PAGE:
A recurring issue encountered with many 401k audits is the treatment of severance and post-severance compensation. To properly determine if compensation paid to an employee during or after their severance is considered eligible compensation for 401k purposes, it is important to distinguish whether it is severance or post-severance pay. These terms are often used interchangeably, but the nature and the timing of the payment determine if the payment should be included or exclude in compensation for calculating elective deferrals for a 401(k) plan.

IRS Severance & Post-Severance Compensation Defined

To begin, a basic understanding of certain IRS regulations concerning compensation is required. Substantially, all 401(k) plans base their definition of compensation on one of the three safe harbor definitions included in IRS regulations. These three safe harbor definitions comply with §415 of the Internal Revenue Code, which is one of the two code sections where compensation is defined.  Under all three safe harbor definitions, severance pay disbursed after an employee’s termination of employment is excluded from compensation eligible for 401(k) deferral purposes, but post-severance compensation may or may not be included, depending on certain rules.

Severance pay is pay received by an employee as part of an agreement between the departing employee and the employer. It is often based on a combination of the employee’s current salary and years of service. The IRS regulations do not specify if severance pay distributed prior to termination of employment can be included. If you do pay severance pay prior to termination of employment, you should consult with your third-party administrator, auditor, or attorney to determine if 401k should be withheld.

Post-severance compensation is defined by the IRS as compensation that would have been paid if the severance had not occurred. It is important to note there are certain types of post-severance compensation that do qualify as compensation under the §415. If the post-severance compensation would have been paid had the employee not been severed from employment, such as compensation for hours worked up until the employee’s severance date but not paid until after the severance date, and the compensation is paid before the later of (1) 2 ½ months after severance or (2) the end of the plan year in which the severance occurs.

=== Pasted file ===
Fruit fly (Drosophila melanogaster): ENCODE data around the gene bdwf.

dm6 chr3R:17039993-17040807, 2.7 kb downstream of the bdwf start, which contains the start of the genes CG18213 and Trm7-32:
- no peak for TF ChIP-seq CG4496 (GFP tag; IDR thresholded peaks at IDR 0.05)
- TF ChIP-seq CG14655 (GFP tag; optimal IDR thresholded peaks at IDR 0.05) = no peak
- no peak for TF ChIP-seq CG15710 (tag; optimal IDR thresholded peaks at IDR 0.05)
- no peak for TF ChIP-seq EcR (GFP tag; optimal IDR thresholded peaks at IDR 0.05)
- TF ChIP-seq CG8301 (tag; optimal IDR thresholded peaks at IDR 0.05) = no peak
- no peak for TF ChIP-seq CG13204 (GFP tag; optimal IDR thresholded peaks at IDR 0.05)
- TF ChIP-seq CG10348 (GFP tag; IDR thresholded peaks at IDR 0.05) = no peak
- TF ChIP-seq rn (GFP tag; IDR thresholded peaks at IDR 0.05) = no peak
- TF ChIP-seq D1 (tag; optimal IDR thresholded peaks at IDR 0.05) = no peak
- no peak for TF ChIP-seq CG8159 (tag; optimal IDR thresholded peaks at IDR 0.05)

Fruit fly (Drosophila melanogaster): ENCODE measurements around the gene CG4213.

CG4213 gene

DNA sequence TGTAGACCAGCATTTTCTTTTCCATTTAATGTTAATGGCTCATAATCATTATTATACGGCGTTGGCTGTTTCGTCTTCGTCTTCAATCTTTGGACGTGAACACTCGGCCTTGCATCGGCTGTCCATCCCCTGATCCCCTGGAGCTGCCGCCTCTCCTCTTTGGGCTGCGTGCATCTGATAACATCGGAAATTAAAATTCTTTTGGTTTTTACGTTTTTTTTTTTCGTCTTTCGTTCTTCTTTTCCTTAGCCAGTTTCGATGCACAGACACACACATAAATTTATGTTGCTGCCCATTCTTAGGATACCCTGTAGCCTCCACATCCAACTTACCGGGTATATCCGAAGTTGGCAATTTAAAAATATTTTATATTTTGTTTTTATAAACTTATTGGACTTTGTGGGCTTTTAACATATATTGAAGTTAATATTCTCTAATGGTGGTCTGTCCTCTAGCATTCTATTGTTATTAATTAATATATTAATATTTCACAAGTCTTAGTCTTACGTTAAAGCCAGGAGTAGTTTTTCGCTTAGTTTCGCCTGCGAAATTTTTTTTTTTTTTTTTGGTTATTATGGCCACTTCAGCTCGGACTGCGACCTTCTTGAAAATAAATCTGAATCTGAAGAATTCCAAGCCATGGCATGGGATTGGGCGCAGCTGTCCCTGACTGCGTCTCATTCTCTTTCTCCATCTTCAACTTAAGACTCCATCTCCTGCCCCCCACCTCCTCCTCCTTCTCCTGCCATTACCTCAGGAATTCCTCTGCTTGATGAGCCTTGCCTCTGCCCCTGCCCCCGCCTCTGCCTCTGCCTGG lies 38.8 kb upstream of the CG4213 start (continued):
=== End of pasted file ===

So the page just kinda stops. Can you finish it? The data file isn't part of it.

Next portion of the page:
Post-Severance Pay Included in the Definition of Compensation

For example, an employee is severed on a Thursday. The employee has hours worked on Monday through Thursday of that week. Those hours are included in the employer’s payroll on the second Friday after the employee’s termination date. That compensation would be eligible for 401(k) deferral.

Post-Severance Pay Excluded from the Definition of Compensation

The amount of time between when an employee earns compensation and when it is paid can be longer in the case of commission pays, bonuses, etc. As another example, consider the following three facts: (1) a salesperson receives commission which is paid on the second pay in January of year 2 for sales in the fourth quarter of year 1, (2) this employee terminated employment on October 15 of year 1, but had sales that earned him commission for the period October 1 through October 15, and (3) the plan’s year end is December 31.

Since the second pay of January will be 2 ½ months after the employee’s severance and after the end of the limitation year, the compensation in this example would be excluded even if commission pay is normally included in the definition of compensation for non-severed employees.

Cash-Out Accrued Issues

One type of post-severance pay that can cause issues for employers is cash-out of accrued, but unused sick, vacation, or other leave that could have been used if the severance had not occurred. If employers pay out this type of compensation, they should specify in in their plan documents or adoption agreements whether this compensation is included or excluded and then make sure the plan document provisions are adhered to in practice.

Check with an Advisor 

If you need help in navigating through these complex IRS regulations or you suspect you may be calculating compensation for plan purposes improperly, you do not have to wait for the IRS or DOL to discover it. Review the compensation definition in your plan document and the provisions for severance pay with your plan’s advisor. Identification and correction issues are less painful and costly if completed prior to an IRS audit.

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